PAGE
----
Ever Wonder Why the Big Banks Lose Your Loan Mod Paperwork? Wonder No More!

eelIn a recent article in Mortgage Servicing News here, we learn that apparently 49 state attorneys general were unable to draft the terms of the $25 billion National Mortgage Settlement in a way the Big Banks couldn’t slip through them like the eels they are.  It seems that notwithstanding the AGs’ collective belief the banks would stop dual-tracking -that insidious practice of putting someone into a loan mod program while foreclosing them at the same time – it still continues.

It seems that under the terms of the settlement, the Big Banks had agreed to suspend their foreclosure efforts only after they had received “completed” loan mod documents from their borrowers. Apparently, the AGs, forgetting who they were dealing with, believed that the terms of the agreement were sufficient to stop dual-tracking.

However, not so; the process continues.  Why? because the settlement paperwork failed to define when a borrower’s application for a loan mod would be deemed “complete.”  So the big Banks make that decision for themselves.

From where I sit, this was an grievous oversight.  If the Big Banks can find a way to game the system, they will.  Like the scorpion in Aesop’s Fable, they can’t help themselves. It’s in their nature.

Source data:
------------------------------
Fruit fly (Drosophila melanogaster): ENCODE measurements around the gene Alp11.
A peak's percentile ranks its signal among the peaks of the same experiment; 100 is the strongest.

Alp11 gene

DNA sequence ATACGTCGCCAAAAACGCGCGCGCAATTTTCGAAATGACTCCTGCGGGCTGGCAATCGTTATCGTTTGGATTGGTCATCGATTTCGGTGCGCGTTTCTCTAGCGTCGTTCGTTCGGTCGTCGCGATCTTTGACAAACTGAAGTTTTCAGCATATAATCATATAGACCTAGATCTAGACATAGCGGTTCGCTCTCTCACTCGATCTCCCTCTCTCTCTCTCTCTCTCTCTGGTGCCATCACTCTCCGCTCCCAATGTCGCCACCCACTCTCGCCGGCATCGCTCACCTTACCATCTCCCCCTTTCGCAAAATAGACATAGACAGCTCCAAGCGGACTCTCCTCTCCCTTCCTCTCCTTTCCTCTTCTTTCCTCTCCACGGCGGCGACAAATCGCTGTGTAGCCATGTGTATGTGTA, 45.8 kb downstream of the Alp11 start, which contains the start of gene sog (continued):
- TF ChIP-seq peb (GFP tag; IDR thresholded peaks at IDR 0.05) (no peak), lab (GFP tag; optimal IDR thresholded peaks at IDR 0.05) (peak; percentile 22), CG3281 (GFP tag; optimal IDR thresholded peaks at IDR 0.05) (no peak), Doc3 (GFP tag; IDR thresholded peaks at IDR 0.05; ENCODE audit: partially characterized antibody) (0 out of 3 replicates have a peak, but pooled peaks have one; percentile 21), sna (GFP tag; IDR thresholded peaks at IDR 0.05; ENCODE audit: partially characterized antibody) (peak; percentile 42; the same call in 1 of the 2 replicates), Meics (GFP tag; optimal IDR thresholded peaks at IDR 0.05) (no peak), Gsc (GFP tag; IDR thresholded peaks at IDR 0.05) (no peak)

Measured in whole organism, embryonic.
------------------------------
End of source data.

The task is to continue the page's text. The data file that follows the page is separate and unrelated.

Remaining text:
So, lest you think the lenders and servicers  are doing something they agreed not to do, the answer is that they only agreed to stop dual tracking when a borrower’s application was “completed” – based on their own in-house definition.

So the game continues; the borrower applies for the mod; the bank loses the docs; borrower re-submits; bank says they need more; borrower submits more; bank says it’s now all outdated and the borrower must start over. Borrower starts over, resubmits, and the bank says they never got the docs.  And since the borrower never knows when enough is enough  – because the banks make their own rules – the foreclosure keeps chugging down the track like a runaway train.

Now the state AGs are scrambling to get the banks to agree to something beyond the terms of the signed settlement agreement – i.e. define when a mod application is deemed to be “completed.”  Good luck with that.

In the meantime, expect the Big Banks to continue their shenanigans.  This is reason #237 why loan mods with banks are a complete myth. [For a more detailed explanation of the myth of loan modification, see my post here. – PCQ]